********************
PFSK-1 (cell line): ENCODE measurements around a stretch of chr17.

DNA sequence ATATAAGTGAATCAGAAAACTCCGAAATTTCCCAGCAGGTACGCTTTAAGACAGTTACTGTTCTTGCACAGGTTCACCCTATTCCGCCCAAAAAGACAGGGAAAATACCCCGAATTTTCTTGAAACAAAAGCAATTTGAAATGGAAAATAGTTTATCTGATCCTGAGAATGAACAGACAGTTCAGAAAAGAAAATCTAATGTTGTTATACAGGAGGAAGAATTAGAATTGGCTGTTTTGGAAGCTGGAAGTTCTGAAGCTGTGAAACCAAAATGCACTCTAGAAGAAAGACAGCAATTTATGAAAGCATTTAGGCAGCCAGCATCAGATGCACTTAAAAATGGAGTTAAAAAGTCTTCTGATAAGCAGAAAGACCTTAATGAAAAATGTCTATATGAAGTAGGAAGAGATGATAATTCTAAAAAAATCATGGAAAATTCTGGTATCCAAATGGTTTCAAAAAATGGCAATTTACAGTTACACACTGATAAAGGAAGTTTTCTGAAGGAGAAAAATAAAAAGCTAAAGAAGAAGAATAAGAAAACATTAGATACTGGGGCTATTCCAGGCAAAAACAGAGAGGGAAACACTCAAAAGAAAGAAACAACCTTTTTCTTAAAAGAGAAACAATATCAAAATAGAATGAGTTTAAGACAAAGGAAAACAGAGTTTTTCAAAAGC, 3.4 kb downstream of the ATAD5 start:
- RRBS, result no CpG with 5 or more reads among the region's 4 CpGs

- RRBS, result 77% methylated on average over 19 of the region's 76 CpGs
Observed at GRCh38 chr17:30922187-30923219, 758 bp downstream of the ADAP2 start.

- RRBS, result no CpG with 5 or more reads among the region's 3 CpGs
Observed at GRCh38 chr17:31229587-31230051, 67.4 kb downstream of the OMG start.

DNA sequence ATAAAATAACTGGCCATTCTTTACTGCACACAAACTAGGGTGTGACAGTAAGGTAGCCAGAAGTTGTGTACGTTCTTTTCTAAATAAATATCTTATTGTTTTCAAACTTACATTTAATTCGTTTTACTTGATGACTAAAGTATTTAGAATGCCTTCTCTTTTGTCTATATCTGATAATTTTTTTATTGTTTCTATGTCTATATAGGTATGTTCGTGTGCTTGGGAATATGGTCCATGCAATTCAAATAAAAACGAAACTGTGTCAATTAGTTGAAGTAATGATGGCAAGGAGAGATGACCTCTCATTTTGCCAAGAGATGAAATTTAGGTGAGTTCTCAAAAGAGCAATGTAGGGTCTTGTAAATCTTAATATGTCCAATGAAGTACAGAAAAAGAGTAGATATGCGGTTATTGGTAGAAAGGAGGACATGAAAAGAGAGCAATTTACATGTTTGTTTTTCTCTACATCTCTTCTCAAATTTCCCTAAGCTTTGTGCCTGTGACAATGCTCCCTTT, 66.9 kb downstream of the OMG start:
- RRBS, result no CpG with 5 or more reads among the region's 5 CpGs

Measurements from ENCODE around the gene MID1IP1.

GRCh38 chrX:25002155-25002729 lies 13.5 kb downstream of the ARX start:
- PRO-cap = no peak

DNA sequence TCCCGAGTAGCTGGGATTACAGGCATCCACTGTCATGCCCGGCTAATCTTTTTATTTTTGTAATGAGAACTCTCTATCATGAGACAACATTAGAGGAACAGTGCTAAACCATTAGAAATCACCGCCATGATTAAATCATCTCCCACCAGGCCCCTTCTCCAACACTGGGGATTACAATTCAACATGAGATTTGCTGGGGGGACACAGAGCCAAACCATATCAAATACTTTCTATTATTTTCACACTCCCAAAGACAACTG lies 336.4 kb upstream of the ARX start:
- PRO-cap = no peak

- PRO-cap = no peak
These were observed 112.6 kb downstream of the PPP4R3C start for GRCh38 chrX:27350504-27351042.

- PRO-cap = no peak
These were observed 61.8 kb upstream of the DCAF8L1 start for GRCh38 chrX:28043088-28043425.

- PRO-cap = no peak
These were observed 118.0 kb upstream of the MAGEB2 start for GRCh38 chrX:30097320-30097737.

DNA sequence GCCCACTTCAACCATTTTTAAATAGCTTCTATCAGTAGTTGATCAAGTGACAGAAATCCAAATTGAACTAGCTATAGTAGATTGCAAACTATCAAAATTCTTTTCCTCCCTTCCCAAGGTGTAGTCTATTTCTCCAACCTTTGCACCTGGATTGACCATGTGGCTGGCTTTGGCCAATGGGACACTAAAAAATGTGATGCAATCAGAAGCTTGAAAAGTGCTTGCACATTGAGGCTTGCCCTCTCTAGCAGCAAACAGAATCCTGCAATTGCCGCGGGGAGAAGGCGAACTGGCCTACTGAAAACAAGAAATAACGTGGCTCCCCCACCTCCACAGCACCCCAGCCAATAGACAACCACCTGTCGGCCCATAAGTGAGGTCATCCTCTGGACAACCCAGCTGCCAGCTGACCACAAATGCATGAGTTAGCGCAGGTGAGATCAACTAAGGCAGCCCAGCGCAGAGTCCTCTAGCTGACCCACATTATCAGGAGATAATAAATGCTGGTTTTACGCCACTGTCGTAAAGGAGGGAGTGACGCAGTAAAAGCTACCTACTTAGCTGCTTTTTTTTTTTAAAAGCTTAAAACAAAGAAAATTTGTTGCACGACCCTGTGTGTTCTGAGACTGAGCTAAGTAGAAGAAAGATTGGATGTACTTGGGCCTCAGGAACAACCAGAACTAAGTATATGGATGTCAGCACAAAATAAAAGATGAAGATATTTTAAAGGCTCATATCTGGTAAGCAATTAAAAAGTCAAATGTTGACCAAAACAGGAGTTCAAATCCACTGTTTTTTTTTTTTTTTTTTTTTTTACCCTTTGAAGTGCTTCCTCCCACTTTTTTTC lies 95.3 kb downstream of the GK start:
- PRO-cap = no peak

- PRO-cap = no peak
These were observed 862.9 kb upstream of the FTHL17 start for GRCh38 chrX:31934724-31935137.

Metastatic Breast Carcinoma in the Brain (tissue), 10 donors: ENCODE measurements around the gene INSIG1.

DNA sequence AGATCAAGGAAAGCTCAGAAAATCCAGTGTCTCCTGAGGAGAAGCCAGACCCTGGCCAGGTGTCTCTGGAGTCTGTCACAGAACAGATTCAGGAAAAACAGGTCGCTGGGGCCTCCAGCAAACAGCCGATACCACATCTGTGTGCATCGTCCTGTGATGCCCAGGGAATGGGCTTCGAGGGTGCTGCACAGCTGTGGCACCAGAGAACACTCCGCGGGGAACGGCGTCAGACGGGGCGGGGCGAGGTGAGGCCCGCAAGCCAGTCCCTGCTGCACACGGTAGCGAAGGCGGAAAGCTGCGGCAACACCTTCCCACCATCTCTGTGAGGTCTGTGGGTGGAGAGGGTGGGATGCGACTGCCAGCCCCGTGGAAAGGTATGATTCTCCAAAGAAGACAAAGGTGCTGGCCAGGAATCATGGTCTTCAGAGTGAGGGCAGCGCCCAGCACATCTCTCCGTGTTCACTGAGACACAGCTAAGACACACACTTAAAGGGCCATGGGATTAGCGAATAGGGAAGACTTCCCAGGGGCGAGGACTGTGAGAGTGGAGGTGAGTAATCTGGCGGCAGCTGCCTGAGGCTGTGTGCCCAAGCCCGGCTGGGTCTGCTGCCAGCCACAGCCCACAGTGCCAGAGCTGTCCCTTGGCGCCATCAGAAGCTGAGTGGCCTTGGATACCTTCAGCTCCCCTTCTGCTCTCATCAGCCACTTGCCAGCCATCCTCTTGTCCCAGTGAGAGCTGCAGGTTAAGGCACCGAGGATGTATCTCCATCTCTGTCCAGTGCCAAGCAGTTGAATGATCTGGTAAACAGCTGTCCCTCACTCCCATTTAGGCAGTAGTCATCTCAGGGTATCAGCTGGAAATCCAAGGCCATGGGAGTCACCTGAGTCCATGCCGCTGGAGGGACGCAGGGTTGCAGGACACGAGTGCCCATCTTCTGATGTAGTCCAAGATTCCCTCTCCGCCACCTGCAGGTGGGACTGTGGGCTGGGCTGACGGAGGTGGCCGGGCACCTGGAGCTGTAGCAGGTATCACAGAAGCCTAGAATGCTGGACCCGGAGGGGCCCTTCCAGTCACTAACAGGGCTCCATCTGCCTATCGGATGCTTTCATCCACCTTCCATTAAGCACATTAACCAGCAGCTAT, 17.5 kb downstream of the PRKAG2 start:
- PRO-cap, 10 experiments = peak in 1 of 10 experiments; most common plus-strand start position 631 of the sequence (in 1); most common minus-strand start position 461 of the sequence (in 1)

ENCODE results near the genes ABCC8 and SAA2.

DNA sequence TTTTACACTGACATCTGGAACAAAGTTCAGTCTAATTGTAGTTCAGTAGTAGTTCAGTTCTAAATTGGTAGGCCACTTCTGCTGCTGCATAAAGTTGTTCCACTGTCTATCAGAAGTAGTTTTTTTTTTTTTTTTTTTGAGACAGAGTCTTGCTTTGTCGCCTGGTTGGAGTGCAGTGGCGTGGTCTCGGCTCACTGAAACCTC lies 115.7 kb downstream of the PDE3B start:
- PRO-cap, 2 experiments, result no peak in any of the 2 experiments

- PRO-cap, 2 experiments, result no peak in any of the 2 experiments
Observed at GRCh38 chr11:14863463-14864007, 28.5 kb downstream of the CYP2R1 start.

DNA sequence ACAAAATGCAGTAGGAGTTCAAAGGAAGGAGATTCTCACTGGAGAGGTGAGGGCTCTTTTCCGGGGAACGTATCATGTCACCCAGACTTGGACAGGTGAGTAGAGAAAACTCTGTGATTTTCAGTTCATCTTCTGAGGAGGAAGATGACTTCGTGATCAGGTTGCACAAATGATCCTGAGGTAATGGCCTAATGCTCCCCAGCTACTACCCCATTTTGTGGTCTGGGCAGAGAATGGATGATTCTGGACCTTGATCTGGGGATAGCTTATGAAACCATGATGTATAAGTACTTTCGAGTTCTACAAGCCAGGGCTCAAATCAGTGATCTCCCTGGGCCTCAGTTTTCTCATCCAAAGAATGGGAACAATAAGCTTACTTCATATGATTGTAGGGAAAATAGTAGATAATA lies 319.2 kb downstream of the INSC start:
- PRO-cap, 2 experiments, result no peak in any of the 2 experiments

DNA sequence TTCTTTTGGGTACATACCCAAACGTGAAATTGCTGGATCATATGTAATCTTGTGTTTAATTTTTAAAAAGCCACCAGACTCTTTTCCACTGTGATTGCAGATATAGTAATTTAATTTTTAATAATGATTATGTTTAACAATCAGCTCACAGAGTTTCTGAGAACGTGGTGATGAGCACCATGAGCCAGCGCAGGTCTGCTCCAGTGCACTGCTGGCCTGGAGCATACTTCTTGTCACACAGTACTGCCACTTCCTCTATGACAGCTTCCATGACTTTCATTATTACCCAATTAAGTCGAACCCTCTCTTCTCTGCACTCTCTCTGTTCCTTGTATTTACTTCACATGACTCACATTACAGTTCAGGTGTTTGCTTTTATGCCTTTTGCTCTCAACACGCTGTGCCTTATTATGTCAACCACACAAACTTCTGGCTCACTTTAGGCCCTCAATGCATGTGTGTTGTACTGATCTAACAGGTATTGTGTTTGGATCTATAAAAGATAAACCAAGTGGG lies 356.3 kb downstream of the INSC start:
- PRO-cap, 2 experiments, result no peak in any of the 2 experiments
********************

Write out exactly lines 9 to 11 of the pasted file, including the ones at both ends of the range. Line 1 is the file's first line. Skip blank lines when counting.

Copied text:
- RRBS, result no CpG with 5 or more reads among the region's 5 CpGs

Measurements from ENCODE around the gene MID1IP1.

GRCh38 chrX:25002155-25002729 lies 13.5 kb downstream of the ARX start: